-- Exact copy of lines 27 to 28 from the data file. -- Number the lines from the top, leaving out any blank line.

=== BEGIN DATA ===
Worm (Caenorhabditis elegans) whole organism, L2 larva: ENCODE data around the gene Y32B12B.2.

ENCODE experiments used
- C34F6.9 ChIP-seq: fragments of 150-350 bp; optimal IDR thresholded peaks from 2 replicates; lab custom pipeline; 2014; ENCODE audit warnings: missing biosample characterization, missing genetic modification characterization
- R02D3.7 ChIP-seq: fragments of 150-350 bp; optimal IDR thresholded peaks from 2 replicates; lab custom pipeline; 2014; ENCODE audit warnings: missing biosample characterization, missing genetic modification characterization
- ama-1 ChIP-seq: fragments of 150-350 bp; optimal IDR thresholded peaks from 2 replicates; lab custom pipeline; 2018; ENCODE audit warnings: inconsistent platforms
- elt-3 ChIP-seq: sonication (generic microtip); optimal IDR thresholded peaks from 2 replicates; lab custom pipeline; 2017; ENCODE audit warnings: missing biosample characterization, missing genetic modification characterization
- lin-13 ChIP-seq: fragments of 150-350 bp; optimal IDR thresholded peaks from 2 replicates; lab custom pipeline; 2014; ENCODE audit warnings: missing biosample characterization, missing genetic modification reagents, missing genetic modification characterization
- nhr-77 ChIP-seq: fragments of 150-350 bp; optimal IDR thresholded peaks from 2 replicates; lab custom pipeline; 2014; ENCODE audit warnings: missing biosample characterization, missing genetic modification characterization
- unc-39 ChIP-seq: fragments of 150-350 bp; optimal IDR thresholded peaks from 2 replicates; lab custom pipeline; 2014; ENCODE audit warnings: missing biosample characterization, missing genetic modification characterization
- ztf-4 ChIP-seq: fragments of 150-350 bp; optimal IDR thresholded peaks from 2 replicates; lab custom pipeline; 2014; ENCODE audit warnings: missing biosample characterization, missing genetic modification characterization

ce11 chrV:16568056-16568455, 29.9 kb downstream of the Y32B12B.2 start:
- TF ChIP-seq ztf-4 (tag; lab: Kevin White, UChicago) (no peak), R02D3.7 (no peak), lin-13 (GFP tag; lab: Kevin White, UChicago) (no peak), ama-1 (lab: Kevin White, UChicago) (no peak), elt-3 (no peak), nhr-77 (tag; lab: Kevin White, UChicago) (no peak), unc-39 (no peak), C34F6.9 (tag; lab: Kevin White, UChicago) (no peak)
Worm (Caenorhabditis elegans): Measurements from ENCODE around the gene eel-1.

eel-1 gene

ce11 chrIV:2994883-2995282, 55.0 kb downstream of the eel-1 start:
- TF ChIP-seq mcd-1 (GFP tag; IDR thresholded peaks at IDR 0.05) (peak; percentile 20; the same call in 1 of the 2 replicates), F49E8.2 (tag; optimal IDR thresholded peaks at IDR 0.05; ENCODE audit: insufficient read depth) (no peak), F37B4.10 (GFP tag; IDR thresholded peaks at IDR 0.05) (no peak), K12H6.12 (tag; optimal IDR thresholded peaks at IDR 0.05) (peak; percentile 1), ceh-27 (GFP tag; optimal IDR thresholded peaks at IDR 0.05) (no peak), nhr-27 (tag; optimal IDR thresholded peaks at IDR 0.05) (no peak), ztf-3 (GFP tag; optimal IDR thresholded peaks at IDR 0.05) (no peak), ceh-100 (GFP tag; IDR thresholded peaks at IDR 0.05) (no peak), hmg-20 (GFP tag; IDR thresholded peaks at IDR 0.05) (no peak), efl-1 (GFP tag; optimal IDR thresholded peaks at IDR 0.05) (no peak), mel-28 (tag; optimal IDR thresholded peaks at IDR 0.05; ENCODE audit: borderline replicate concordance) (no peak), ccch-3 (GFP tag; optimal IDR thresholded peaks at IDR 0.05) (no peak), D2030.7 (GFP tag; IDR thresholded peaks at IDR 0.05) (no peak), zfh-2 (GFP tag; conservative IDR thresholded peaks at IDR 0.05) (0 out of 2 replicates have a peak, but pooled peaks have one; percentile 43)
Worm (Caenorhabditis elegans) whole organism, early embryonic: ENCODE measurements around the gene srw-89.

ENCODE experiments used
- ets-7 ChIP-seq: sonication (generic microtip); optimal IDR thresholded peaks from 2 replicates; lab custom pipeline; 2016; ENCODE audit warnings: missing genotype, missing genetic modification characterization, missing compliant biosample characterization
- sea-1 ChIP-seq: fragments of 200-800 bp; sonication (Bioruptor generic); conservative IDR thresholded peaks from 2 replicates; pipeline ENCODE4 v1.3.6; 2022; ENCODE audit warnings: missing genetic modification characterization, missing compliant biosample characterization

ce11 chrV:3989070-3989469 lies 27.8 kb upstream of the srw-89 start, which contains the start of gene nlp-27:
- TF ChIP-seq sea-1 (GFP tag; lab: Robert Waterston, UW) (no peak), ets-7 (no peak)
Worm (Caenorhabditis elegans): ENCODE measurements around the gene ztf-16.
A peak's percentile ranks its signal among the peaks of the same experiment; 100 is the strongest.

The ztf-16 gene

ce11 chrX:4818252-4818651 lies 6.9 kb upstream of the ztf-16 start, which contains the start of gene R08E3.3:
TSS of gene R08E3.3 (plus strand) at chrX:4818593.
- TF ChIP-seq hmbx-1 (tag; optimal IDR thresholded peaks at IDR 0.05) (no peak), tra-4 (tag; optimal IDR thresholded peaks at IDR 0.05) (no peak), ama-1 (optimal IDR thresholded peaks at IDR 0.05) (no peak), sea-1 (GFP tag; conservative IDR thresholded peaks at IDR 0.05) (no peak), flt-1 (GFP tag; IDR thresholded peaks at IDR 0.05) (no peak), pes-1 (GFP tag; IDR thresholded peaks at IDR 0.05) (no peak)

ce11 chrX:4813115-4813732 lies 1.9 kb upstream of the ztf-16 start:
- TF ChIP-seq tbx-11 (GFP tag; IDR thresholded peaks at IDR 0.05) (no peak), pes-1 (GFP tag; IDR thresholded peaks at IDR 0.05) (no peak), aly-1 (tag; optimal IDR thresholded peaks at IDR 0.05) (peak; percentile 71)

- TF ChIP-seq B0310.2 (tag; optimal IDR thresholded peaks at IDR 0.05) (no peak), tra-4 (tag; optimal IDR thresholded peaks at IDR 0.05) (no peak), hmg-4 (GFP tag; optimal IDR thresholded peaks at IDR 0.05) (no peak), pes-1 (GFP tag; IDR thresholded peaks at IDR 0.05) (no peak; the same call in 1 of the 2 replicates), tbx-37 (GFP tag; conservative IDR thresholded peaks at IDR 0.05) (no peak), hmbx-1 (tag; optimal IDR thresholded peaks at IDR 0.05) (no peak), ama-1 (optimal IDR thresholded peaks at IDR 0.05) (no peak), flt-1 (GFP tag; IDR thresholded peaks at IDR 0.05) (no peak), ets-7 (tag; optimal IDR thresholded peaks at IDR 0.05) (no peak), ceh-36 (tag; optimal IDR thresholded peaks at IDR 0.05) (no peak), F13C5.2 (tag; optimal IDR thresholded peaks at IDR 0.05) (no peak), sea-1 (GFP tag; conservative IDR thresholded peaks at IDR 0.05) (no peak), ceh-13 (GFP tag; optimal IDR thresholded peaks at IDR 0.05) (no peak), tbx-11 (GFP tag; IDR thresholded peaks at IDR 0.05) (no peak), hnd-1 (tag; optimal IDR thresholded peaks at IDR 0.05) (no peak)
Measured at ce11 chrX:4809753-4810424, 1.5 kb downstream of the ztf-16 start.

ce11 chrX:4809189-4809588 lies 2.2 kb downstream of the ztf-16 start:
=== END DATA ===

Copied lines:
TSS of gene R08E3.3 (plus strand) at chrX:4818593.
- TF ChIP-seq hmbx-1 (tag; optimal IDR thresholded peaks at IDR 0.05) (no peak), tra-4 (tag; optimal IDR thresholded peaks at IDR 0.05) (no peak), ama-1 (optimal IDR thresholded peaks at IDR 0.05) (no peak), sea-1 (GFP tag; conservative IDR thresholded peaks at IDR 0.05) (no peak), flt-1 (GFP tag; IDR thresholded peaks at IDR 0.05) (no peak), pes-1 (GFP tag; IDR thresholded peaks at IDR 0.05) (no peak)